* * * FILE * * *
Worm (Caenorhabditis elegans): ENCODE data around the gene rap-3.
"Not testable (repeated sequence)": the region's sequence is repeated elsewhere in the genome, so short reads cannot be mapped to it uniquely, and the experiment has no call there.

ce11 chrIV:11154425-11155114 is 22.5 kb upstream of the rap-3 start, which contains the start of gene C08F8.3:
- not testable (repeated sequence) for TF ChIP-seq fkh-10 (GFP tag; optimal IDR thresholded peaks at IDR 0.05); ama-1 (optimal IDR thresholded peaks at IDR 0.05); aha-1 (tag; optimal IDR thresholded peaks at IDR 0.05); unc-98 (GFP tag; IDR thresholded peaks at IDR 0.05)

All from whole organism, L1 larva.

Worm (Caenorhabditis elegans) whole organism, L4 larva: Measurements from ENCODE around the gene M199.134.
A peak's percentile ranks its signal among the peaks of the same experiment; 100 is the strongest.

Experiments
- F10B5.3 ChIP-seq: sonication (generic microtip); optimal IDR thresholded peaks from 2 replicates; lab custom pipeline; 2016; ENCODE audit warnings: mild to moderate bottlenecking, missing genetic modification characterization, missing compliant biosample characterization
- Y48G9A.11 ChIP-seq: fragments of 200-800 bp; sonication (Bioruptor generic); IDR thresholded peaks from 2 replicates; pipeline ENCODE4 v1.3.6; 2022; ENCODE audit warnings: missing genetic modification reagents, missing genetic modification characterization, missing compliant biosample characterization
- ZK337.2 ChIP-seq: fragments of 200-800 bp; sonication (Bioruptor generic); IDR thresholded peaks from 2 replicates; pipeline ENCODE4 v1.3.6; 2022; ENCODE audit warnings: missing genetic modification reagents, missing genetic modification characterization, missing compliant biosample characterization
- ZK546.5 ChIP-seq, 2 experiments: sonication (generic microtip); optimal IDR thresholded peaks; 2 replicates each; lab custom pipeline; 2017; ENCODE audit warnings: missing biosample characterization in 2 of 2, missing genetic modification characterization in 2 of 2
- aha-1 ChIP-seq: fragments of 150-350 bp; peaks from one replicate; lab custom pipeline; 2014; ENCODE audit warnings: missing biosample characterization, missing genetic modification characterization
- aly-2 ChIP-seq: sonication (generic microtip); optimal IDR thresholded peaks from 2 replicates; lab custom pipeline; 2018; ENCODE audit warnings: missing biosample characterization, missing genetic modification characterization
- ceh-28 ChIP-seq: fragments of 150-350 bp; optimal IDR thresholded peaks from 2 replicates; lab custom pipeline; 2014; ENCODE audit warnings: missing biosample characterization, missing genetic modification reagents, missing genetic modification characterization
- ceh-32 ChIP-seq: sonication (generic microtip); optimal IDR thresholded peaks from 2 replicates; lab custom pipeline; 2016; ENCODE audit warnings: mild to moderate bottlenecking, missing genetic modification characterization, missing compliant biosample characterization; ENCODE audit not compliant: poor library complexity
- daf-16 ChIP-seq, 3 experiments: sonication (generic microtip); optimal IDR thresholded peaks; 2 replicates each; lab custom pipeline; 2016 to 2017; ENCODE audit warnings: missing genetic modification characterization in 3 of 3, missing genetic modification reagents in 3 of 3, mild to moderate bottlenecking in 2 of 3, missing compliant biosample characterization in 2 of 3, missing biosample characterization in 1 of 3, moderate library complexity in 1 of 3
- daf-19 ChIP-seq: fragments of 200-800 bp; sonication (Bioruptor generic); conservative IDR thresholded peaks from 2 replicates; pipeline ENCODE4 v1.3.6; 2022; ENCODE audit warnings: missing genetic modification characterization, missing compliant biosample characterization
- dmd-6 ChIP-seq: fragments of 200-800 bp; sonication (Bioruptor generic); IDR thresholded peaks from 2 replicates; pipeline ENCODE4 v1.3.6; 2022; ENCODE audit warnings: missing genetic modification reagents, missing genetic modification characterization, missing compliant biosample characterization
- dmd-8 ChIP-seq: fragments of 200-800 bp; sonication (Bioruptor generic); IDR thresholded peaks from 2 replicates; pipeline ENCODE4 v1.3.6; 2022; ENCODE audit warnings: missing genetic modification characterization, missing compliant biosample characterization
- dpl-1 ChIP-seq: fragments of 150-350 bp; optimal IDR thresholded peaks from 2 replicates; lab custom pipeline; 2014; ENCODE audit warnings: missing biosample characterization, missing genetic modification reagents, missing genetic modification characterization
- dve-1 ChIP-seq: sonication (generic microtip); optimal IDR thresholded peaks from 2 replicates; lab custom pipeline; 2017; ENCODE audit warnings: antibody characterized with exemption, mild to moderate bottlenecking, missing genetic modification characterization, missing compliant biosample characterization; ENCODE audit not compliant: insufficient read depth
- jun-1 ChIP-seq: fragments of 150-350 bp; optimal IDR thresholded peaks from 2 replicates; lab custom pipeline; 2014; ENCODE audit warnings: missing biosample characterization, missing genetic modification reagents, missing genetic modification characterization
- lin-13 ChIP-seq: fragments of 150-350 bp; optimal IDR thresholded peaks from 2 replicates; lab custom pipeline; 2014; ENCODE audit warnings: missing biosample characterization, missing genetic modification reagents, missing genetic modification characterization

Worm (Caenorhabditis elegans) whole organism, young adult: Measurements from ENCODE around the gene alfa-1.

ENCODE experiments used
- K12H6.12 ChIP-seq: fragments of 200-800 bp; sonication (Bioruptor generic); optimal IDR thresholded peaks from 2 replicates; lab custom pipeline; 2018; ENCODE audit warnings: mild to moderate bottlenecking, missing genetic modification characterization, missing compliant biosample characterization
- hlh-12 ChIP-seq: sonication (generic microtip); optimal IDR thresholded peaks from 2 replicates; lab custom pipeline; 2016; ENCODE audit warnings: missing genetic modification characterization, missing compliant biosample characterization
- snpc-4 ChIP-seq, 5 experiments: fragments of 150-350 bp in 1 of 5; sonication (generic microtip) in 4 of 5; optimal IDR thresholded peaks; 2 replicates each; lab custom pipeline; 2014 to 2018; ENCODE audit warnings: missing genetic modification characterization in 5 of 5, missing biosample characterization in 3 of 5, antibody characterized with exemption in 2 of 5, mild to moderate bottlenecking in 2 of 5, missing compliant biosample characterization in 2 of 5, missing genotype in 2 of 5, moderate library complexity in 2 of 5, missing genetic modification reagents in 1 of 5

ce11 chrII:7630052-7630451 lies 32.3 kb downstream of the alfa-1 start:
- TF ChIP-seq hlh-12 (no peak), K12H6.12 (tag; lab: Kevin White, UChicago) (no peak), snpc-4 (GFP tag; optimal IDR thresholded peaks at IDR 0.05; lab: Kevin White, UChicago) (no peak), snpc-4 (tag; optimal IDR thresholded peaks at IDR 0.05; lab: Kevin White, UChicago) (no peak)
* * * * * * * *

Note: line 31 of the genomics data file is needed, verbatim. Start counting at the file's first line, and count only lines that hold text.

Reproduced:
- TF ChIP-seq hlh-12 (no peak), K12H6.12 (tag; lab: Kevin White, UChicago) (no peak), snpc-4 (GFP tag; optimal IDR thresholded peaks at IDR 0.05; lab: Kevin White, UChicago) (no peak), snpc-4 (tag; optimal IDR thresholded peaks at IDR 0.05; lab: Kevin White, UChicago) (no peak)